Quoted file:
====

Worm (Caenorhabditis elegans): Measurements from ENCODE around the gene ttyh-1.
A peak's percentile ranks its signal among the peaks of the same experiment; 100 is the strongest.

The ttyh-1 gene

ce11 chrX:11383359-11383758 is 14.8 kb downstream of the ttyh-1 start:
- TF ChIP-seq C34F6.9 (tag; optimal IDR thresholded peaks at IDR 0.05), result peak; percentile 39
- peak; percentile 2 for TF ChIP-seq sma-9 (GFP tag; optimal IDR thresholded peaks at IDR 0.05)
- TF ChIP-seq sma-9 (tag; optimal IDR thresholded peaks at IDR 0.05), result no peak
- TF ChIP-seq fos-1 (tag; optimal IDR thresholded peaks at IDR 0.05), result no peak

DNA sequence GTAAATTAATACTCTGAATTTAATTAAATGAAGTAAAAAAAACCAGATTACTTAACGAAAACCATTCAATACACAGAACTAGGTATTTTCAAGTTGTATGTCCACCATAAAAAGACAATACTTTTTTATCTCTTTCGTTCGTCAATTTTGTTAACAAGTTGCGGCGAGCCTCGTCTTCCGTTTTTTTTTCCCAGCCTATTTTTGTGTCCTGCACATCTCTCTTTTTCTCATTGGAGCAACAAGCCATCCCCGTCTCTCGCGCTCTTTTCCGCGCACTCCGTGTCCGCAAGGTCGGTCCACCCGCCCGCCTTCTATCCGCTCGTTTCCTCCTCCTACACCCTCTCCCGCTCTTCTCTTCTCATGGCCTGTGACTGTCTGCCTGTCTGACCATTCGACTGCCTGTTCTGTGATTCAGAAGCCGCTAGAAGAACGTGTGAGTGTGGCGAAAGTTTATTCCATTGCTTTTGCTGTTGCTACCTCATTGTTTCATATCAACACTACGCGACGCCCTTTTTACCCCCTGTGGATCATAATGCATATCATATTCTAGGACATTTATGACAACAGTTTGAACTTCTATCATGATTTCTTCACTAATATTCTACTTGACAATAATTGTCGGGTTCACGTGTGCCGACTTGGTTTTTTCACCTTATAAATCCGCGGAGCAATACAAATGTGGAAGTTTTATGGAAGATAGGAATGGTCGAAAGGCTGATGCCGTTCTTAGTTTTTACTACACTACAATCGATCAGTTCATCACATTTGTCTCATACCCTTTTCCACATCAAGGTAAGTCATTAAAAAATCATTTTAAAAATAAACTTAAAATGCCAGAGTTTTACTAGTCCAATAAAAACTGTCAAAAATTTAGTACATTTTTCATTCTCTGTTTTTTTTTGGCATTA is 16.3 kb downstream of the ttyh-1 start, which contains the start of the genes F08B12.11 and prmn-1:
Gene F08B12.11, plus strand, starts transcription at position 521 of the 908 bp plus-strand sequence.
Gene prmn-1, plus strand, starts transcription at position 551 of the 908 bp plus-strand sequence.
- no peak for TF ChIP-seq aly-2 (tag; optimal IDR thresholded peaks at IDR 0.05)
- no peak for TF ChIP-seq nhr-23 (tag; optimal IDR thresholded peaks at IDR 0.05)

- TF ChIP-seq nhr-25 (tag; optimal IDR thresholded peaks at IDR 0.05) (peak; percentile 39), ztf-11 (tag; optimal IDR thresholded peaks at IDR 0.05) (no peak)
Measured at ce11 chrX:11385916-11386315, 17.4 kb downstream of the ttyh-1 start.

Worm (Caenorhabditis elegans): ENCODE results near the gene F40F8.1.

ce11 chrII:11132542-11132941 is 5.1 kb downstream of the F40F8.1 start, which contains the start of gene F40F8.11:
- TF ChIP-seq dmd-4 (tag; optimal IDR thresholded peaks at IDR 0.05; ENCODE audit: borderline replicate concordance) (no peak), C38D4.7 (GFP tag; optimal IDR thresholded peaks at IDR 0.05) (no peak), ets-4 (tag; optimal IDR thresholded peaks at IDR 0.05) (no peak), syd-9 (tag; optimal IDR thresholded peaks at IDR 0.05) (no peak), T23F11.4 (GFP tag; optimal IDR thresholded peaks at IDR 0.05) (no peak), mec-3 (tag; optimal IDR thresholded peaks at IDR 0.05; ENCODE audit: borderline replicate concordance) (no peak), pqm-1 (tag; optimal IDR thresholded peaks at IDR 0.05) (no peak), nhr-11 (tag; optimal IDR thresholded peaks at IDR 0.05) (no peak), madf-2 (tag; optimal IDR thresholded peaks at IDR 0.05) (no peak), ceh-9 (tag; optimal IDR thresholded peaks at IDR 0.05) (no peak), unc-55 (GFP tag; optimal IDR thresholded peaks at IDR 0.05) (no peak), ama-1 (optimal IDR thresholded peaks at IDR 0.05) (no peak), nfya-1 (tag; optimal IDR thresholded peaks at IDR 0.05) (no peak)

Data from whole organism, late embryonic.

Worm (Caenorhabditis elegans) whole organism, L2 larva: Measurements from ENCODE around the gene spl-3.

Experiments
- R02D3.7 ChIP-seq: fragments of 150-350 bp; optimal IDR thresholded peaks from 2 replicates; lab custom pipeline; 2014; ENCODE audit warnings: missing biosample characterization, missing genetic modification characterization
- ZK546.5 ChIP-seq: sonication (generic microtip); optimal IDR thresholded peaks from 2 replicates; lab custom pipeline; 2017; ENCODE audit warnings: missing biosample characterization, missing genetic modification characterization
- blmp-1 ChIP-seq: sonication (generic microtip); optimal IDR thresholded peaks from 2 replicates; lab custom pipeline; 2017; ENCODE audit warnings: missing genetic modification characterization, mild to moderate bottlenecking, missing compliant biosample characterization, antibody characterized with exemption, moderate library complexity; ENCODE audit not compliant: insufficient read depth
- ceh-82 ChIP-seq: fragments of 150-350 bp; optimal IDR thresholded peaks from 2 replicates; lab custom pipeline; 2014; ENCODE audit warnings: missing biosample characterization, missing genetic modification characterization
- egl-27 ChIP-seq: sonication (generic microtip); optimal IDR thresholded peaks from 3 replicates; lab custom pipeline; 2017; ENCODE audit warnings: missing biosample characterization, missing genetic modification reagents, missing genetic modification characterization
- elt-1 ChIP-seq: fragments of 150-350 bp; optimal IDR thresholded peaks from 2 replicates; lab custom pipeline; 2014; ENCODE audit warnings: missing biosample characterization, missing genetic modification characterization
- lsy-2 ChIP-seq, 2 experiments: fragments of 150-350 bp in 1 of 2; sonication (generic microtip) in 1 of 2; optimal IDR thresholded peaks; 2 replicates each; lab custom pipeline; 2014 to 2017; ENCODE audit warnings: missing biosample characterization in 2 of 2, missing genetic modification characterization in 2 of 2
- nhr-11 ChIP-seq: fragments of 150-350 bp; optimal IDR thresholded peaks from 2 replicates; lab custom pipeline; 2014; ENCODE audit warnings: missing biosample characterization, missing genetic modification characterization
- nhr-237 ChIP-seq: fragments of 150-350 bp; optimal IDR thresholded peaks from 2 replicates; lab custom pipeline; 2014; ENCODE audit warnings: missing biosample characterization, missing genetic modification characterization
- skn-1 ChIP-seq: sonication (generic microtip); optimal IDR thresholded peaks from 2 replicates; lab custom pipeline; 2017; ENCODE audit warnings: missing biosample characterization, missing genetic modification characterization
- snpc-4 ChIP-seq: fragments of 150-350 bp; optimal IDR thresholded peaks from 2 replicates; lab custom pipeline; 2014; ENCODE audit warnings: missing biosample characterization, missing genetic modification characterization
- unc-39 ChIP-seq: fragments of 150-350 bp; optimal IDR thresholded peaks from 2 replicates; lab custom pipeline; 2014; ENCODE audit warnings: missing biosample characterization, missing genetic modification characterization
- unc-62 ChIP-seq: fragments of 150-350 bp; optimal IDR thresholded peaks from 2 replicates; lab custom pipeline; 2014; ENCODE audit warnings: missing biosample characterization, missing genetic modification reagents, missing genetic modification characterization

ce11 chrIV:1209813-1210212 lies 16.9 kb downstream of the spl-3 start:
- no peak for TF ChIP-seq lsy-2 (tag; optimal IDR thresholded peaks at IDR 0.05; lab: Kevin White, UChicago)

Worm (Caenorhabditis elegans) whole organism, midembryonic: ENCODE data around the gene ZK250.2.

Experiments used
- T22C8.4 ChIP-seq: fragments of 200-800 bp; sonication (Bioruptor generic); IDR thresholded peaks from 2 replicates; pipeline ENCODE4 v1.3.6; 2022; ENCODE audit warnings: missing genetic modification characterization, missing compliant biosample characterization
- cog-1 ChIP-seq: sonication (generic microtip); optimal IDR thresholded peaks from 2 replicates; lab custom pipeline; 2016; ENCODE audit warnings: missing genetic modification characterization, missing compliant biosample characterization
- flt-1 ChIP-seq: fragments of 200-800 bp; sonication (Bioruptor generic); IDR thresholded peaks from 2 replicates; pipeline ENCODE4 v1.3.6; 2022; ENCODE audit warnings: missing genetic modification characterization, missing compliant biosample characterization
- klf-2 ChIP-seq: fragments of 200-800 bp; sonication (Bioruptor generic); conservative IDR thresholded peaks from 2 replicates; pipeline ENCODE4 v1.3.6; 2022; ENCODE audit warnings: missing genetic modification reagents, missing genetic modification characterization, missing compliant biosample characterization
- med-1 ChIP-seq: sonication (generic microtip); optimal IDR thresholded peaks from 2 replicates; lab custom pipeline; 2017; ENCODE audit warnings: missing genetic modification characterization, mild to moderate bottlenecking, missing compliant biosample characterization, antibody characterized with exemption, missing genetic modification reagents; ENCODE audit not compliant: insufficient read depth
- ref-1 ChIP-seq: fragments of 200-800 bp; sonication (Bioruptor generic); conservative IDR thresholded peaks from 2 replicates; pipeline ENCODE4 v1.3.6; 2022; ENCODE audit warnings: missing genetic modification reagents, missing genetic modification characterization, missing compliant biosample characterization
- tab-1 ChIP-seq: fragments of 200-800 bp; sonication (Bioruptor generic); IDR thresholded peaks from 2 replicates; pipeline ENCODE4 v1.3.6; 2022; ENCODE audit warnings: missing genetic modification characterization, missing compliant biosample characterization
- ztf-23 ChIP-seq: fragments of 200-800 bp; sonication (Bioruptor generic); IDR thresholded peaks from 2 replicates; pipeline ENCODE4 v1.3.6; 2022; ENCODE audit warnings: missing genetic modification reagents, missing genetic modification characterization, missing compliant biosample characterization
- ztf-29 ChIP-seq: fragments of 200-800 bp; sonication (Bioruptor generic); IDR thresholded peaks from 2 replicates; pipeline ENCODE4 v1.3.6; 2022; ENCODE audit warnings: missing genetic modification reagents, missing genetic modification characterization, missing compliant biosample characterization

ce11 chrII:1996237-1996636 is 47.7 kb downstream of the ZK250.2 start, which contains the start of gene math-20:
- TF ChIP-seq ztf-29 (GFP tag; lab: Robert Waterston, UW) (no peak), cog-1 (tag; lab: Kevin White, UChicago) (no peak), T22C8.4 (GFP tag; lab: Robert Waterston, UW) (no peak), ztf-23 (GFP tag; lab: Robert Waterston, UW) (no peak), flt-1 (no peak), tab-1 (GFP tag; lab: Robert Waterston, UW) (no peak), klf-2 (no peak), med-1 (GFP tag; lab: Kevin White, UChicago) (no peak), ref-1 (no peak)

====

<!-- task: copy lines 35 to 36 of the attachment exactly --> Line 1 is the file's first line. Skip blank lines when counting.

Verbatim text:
ce11 chrIV:1209813-1210212 lies 16.9 kb downstream of the spl-3 start:
- no peak for TF ChIP-seq lsy-2 (tag; optimal IDR thresholded peaks at IDR 0.05; lab: Kevin White, UChicago)